I went to Greenwich Market on the overground today, passing by Canary Wharf along the way (definitely my next planned destination). I got to thinking about Notting Hill, and the Strand, and Soho, and Brick Lane, and Kensington, and realizing that every region is strikingly distinctive, each charming for an entirely different set of reasons. And that’s why people love London.

And that’s why, today, I finally fell in love with London. For its aesthetics, for its cultural diversity, for its multitudes.

Not an Anglophile or any-other-phile by nature, I came here for the opportunities, the proximity to other countries and, admittedly, the English language–not the culture.

I’ve spent the last three months falling all too easily into a schedule, soon shedding my homesickness and honeymoon feelings for intern responsibilities and schoolwork. I lost myself in thoughts in the Tube, fell into a commuter coma, succumbed to exhaustion early most evenings.

A fleeting view of London’s industrial Venice and the kiss of a chicken samosa released me from my catatonic state. I have so much more to see.

I’m ready to be a residential tourist again.

Addendum:

I bought a set of these pillows (with red font) at the market. The significance just occurred to me.

The End of an Education

Today was my last day of classes at uni. Can’t pretend I’m devastated, which is a particularly difficult emotion to convey over the Internet anyway.

I will miss my American West course and my friendly lunch hours, but I’m looking forward to getting hyper-involved at my internship. We all went out together last night and bonded the proper British way, involving an authentic pub followed by an Asian restaurant–the latter flaunting the success of British Imperialism. We’re all truly grateful for the contribution to British cuisine.

But first, before full-time internship mode begins, a four-day weekend. (Thank God for state churches. Bah-da-BUM.)

And at some point before late April, I must write two 4000 word essays.

Stairway to Nowhere

I know I came here to study, first and foremost. But I would just like to say that despite my best efforts, I cannot fall in love with my London university like I have with UNC. My friends are great, the city is amazing, my internship is rewarding. My school is getting on my nerves.

I’ll offer another list as a means of explanation:

  • There are no transitions between classes. None. So that means I get out of my two-hour 9 a.m. class at 11 a.m. and am expected to be in my 11 a.m. class at 11 a.m. Since those classes are conveniently located on opposite sides of campus and I cannot apparate, I am perpetually late.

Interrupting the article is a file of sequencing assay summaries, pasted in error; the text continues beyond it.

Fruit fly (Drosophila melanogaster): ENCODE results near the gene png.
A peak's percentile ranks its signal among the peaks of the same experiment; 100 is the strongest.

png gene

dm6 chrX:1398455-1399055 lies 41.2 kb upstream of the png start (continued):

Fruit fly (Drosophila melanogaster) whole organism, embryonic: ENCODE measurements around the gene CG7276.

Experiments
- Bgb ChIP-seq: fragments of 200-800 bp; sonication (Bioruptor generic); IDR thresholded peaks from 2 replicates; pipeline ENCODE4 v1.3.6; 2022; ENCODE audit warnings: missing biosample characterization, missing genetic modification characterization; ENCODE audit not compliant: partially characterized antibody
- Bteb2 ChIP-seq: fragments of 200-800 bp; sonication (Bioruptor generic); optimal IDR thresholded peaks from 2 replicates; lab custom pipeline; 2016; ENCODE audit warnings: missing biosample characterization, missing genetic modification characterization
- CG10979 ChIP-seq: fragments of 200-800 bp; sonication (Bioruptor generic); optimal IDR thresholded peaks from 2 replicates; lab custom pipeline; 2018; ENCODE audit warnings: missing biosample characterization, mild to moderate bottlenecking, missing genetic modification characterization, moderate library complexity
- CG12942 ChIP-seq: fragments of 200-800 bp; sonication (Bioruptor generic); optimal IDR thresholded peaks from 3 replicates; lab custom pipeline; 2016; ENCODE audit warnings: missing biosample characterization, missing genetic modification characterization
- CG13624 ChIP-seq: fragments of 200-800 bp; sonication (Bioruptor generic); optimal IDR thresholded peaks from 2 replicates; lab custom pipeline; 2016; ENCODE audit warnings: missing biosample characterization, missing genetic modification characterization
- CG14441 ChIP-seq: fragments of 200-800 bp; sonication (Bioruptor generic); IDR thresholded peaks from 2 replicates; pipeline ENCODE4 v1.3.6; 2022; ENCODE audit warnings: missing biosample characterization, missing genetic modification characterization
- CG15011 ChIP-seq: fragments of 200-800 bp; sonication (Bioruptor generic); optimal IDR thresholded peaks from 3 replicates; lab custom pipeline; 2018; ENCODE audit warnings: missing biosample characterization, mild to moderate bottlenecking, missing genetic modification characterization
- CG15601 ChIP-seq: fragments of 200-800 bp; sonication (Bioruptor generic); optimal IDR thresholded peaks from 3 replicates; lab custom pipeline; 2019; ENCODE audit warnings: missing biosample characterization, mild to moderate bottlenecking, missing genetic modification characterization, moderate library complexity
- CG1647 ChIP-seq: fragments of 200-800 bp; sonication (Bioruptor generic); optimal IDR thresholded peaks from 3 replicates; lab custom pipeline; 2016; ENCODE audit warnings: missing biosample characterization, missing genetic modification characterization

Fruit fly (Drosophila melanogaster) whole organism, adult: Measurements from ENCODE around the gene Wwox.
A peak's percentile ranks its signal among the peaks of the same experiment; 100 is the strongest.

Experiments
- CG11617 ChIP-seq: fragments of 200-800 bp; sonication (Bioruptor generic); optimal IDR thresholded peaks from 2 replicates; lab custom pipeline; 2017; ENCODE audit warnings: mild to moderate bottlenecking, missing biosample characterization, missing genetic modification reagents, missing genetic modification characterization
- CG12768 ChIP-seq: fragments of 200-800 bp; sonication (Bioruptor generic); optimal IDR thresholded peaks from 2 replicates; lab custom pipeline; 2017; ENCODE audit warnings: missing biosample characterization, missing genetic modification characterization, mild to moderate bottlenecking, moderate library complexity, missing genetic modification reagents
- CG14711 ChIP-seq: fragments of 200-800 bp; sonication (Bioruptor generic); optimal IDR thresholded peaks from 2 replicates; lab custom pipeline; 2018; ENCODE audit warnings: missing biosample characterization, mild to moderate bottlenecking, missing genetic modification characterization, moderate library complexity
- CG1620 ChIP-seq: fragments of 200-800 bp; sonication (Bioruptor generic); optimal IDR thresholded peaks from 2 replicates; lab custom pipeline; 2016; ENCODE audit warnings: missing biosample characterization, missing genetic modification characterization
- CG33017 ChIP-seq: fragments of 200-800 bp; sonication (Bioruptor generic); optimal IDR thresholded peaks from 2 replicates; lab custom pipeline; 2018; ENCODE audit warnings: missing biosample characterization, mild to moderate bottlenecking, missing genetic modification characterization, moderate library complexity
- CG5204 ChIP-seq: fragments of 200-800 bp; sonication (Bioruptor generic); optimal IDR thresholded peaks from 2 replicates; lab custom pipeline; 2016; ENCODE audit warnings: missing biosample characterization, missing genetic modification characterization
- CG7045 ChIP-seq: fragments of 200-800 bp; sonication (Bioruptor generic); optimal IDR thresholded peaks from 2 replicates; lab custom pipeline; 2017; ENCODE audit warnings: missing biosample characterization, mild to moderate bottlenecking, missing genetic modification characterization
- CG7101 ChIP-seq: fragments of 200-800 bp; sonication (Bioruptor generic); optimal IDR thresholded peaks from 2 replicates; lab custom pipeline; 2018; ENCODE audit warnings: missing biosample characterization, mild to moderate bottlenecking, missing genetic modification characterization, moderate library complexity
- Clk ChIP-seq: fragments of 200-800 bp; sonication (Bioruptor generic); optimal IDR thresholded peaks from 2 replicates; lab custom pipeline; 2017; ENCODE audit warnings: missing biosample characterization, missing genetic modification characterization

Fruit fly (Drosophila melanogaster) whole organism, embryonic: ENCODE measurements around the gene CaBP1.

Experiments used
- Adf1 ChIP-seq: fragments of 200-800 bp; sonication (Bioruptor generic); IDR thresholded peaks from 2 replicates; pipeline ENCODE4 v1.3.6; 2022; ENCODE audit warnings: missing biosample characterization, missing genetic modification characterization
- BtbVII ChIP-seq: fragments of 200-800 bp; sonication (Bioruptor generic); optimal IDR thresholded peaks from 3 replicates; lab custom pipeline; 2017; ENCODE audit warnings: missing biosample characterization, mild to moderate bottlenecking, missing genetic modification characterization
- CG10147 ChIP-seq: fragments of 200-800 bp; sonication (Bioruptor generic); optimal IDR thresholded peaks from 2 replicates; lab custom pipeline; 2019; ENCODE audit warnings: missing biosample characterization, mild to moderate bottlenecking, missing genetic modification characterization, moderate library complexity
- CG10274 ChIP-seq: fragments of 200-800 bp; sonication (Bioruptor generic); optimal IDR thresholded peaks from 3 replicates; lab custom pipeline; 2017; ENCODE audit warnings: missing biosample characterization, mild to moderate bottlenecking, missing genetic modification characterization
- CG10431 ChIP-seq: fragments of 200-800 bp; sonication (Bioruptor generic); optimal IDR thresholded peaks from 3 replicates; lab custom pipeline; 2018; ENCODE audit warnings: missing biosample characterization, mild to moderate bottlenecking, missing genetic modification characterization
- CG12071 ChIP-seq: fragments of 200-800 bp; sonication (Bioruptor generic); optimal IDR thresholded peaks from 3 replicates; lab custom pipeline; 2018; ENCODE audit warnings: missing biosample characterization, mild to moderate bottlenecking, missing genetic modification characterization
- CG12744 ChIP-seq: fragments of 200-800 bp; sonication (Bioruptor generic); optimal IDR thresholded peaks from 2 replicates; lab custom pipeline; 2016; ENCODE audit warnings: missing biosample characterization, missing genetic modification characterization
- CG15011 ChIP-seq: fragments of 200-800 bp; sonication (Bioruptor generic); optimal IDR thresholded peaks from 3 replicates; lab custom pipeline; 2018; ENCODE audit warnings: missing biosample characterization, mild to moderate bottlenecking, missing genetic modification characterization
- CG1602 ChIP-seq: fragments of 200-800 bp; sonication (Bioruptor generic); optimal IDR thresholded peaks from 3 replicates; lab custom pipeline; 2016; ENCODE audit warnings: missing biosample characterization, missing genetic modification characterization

• Further, this school is an absolute maze. The campus consists of a series of old hotels and a tube station that were later connected to demonstrate engineering at its most inefficient. I cannot tell you how many times a day I climb up one flight of stairs, walk down a hallway, then climb back down another flight of stairs. Good for cardio, bad for my patience.
  • The only computer labs are often reserved for classes and are thus impossible to access. Which means I cannot print for a significant part of the day, even if I have an assignment due. Also, making copies involves a tedious process requiring the purchase of a £3 copy pass that isn’t actually sold on campus.
  • Each class is only once a week, for one hour (each course involves one seminar and one lecture). While that time constraint might sound like a blessing, it’s frustrating to focus on the material so briefly. And there’s no chance for a sense of class camaraderie to develop.
  • More on the camaraderie issue–my campus lacks it. I’m not sure if the nature of city universities causes them to be more disconnected, but I wish there was an equivalent to the student union or The Pit. The only sense of community that exists is within societies. So glad I joined Erasmus!
  • Although my professors are great people, overall I feel like I’m just a number (or several numbers, since the school felt it necessary to assign us about four different numbers, each serving a different log-in purpose). I find it difficult to devote any energy to a school that generally doesn’t return the favor.

This picture of a stairway to nowhere in one building on my campus best portrays my current feelings on the university.